He's Not Naughty, He Has Autism
We continue on our usual Sunday morning routine: church then playing at home. Charlie’s therapist shows up surprisingly on time, so we head off to church.
About 15 minutes into service, I receive a text from the nursery: “Come get Michael.” He doesn’t tolerate the nursery well, so this is expected. Not a big deal. I’m determined to have a great day.
After we arrive home, Charlie plays outside for a bit. He’s learning to play in our yard. Usually, he wanders about, never actually playing with anything, so the therapist and I coerce him into sliding down the slide and swinging for a whopping minute. This sounds ridiculous, but we worked hard to get here.
It’s a fabulous morning despite the minor church setback. I know the afternoon is going to bring great things. Charlie has a two-hour break before his next therapy session. We reserve the next session for eating out with the family, usually at a fast food place during off hours, to avoid stares of curious onlookers if he has a meltdown.
His therapist arrives in her brightly colored, bold patterned pants. She’s as eager as I am to get going. We decide to try a new store. This is a challenging feat for Charlie — exploring the unknown. Sensing my hesitation, the therapist assures me it will work out.
It begins so wonderfully. I actually feel a sense of relief. I’m out shopping at a new store with my son, and he’s functioning just fine. Usually, I’d be anxiously waiting for the ball to drop, but not today. Then it happens without warning.
I don’t know if it’s the skewed lighting, the plethora of colorful items, a smell that invades his nose, a stranger peering into his space, but this meltdown is of epic proportions. I still cry thinking about it.
My sweet baby boy is on the ground, out of control, screaming and banging his head on the cold, hard tile. The therapist pushes me aside and tells me to move out of the way. My heart jumps in my throat. No. I can’t leave him. He needs me, but I know he doesn’t really want or need me in that moment.
This realization sinks deep, piercing my anxious soul. There’s absolutely nothing I can do when this happens. It’s always a waiting game. I stand back and watch his therapist protect his head from crashing on the ground as tears well up inside.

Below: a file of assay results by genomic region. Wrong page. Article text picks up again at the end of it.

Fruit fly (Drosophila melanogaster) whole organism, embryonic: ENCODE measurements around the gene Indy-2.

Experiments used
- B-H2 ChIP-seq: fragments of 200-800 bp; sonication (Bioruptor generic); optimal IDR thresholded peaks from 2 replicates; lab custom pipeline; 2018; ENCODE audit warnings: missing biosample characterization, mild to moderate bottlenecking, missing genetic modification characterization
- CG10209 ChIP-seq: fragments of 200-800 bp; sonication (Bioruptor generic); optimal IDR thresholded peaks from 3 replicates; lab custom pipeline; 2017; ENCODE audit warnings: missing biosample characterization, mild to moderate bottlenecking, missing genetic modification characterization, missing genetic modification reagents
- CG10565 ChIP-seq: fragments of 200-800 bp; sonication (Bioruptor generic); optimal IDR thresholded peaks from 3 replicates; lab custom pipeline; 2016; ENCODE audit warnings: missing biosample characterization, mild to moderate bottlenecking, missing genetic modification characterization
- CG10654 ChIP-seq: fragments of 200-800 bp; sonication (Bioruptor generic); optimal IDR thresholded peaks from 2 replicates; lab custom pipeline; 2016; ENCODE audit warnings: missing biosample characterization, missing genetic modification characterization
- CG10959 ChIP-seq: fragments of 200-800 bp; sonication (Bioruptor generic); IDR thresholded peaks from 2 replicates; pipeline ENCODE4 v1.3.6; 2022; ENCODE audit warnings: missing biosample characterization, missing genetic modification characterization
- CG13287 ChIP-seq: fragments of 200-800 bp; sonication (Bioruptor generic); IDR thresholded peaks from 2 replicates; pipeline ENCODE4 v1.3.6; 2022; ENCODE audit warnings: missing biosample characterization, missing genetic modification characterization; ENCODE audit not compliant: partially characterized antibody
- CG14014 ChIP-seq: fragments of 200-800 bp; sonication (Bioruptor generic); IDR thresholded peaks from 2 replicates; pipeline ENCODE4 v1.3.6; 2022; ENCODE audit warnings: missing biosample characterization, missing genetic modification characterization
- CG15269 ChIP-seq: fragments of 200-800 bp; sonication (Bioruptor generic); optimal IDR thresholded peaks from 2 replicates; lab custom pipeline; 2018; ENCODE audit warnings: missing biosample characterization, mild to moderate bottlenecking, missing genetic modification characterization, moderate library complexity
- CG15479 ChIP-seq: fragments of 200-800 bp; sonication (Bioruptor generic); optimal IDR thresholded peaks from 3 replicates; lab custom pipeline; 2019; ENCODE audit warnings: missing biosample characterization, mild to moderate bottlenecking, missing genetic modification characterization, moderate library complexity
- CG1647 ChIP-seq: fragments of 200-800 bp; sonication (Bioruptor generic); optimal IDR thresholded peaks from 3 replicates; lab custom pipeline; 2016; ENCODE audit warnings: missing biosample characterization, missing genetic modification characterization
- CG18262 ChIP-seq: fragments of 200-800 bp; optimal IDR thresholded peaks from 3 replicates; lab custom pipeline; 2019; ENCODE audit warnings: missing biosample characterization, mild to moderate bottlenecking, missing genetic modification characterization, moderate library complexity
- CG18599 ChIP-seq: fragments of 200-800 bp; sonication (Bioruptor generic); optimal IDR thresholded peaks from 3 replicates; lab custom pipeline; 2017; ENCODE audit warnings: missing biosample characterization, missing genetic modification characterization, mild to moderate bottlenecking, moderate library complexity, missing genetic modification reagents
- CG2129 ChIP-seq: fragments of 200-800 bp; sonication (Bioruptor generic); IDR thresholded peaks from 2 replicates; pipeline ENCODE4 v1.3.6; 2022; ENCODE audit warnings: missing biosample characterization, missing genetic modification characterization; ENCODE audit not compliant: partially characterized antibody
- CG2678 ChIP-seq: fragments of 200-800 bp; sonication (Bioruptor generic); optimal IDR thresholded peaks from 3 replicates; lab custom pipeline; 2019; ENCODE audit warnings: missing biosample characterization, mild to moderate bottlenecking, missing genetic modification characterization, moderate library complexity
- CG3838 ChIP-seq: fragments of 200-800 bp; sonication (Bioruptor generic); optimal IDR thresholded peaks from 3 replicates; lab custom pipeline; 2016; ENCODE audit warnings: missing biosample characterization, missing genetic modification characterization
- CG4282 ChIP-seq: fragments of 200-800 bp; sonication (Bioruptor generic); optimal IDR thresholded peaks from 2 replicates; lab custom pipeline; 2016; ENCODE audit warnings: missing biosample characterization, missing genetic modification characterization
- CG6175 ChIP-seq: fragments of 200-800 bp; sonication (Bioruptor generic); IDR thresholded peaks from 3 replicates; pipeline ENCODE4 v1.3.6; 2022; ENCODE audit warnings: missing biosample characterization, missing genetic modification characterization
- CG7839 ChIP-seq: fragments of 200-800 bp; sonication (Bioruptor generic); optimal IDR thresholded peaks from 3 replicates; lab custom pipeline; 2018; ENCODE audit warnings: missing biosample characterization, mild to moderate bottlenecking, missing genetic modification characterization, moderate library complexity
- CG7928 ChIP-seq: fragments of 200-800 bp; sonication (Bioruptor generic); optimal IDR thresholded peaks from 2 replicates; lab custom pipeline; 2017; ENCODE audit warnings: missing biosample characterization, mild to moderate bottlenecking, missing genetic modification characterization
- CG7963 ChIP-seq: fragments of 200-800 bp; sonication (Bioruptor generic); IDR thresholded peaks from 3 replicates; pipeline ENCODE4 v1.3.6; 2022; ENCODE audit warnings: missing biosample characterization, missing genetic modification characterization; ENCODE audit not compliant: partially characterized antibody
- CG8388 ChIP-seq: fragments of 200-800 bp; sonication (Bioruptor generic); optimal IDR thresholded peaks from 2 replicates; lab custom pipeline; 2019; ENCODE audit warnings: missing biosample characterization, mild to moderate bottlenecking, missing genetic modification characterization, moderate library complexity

Customers gasp as they walk by, looking at me, diminishing every good mothering deed I’ve ever accomplished. Snickering rings in my ears. The beats of my heart grow louder and louder. I want to pick up my baby and rescue him from this scary place he’s in, but it doesn’t work that way. He doesn’t work that way.
Touching him or moving him only makes things worse. It feels like an eternity; the seconds tick into minutes. Once he regains his composure, I’m worn thin and exhausted. Escape feels like my only option, but his therapist insists we check out and continue.
My eyes grow large as she explains the clinical reasoning behind us staying. Her words fade into oblivion. I quickly, painfully unload my few items onto the conveyor belt. Charlie sits as calmly as he can, acting as if nothing ever happened. I, on the other hand, feel ragged and insecure. Why did I go alone? I want my husband. He’s always so calm.
We pay without incident, just a few normal toddler protests, nothing unusual, until we pass the front. Again, I have no idea what sets him off, but Charlie returns to meltdown mode. This time we’re almost in a safe, clear space where I can cry and pretend I know how to comfort him. Then it hits me like a punch to the gut.
“Take him home already!” a crass, older woman yells directly at me. I can’t do this! Frozen and breathless, I dream of melting all over the floor in a heap of my own tears. I want to explain to her all about him, how we’re working on getting him to tolerate outings. I can’t though. I continue to the car and move on.
When we’re out in public, it looks like my son is a naughty child. He flails in the shopping cart, kicks, hits and head-butts. If strangers get too close to him, he tries to slap them in the face. This may sound like a joke, but it’s our reality. I’m always on guard for adoring strangers. If a new person says hi, he screams at them. He’s not a bad kid; he has autism, which makes living in this overwhelming world a challenge that we’re conquering together.
When we first started ABA therapy, he wouldn’t sit in the grocery cart for longer than a few minutes. Sometimes we couldn’t even make it into the store. I was limited to shopping only at Target and only if I walked the same route every time, never changing the routine, always buying popcorn first.
You wouldn’t believe the comments, looks and remarks I’ve battled. I’ve even had people laugh at his antics. I do my best to keep my head up and focus only on my kids, ignoring the daggers of others.
What they don’t know is that Charlie’s mind is different than yours and mine. He sees the world differently and processes everything in a different way. He can’t communicate these needs and feelings; his language is limited, so it’s all foreign to me. I do my best to anticipate his needs, always actively avoiding a meltdown.
He loves order, routine and rigidity. New places and new people overwhelm him. Often times, he lays on the ground silently, absorbing his strange new surroundings. He’s a sensory seeker, so he needs to move to feel his own body. I’ve heard it explained that his brain can’t feel his body, so he needs to move his limbs to know they exist. It all sounds so bizarre, but this is the new realm we reside in.
My sweet boy is not naughty; he’s struggling to find balance in this unpredictable world. Please don’t judge; move on about your day. We don’t need your detrimental input. We’re doing the best we know how.
Follow this journey on Crazy With a Side of Autism.